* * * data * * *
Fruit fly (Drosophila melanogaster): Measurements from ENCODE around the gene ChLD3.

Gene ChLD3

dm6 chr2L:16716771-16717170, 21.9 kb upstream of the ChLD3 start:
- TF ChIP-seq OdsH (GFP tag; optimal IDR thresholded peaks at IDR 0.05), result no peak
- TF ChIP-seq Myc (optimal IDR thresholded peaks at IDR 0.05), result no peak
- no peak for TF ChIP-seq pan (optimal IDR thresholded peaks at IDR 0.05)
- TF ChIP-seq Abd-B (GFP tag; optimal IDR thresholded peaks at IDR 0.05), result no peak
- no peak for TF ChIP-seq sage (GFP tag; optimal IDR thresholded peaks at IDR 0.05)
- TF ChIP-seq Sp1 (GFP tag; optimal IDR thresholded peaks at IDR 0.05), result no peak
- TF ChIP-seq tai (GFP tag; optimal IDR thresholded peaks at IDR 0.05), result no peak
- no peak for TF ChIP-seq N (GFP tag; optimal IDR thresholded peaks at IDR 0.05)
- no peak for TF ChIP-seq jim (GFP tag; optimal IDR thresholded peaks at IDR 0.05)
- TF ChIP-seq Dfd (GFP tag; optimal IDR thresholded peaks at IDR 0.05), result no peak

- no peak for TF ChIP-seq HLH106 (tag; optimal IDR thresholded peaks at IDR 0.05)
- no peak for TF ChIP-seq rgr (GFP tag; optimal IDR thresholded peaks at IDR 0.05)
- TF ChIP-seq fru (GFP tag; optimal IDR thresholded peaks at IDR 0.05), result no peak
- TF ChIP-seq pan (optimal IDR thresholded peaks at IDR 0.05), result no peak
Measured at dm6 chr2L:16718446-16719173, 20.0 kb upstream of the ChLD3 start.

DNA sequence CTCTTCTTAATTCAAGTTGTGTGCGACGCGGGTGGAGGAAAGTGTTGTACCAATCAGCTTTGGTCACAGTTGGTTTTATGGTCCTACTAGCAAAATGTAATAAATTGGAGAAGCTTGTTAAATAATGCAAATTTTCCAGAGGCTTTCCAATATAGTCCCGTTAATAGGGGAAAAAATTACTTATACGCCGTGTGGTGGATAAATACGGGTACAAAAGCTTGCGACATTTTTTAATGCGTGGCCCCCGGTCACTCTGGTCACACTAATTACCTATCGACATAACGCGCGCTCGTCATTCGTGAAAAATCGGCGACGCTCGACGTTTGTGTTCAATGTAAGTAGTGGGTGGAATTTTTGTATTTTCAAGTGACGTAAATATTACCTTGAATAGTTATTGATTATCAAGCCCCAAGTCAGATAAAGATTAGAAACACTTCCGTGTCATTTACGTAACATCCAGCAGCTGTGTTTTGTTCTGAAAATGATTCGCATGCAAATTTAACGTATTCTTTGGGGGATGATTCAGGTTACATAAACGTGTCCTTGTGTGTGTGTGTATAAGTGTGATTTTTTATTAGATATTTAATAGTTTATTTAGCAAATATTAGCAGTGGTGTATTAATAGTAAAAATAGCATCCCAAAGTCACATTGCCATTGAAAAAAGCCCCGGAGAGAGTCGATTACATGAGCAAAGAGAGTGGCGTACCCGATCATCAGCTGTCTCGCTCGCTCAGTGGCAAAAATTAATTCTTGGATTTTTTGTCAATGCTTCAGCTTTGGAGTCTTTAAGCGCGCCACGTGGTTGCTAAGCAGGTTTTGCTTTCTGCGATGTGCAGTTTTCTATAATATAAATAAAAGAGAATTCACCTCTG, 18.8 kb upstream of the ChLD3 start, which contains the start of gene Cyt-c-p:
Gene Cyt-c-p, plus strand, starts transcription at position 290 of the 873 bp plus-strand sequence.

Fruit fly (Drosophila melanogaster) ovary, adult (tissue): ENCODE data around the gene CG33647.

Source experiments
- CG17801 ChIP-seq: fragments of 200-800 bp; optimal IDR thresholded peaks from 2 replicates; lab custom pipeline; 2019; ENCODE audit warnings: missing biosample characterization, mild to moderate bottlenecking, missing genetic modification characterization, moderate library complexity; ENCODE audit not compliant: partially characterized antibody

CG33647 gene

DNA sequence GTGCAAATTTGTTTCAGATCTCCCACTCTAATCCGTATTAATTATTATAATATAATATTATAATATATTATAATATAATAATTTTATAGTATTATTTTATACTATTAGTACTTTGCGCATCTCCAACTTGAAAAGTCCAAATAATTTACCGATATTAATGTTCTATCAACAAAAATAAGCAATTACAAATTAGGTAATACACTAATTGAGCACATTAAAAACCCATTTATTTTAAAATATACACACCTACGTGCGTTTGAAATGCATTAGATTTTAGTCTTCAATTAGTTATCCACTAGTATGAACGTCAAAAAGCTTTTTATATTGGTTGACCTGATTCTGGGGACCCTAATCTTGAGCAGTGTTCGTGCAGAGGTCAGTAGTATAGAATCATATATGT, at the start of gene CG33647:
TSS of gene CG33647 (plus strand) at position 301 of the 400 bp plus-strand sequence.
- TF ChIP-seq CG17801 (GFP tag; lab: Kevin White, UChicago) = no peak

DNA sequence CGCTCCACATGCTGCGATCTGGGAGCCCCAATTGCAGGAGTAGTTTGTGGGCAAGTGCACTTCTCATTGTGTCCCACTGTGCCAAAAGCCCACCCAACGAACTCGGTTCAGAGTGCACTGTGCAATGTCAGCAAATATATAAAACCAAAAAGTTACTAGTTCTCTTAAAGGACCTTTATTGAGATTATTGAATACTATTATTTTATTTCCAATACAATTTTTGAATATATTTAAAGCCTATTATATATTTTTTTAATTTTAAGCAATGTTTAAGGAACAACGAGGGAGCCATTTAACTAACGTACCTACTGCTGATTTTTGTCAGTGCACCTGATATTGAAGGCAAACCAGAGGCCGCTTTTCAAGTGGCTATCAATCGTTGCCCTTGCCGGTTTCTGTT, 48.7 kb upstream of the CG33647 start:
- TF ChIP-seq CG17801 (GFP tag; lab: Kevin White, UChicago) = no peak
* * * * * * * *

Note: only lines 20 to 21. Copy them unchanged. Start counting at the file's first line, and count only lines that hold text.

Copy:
Gene Cyt-c-p, plus strand, starts transcription at position 290 of the 873 bp plus-strand sequence.

Fruit fly (Drosophila melanogaster) ovary, adult (tissue): ENCODE data around the gene CG33647.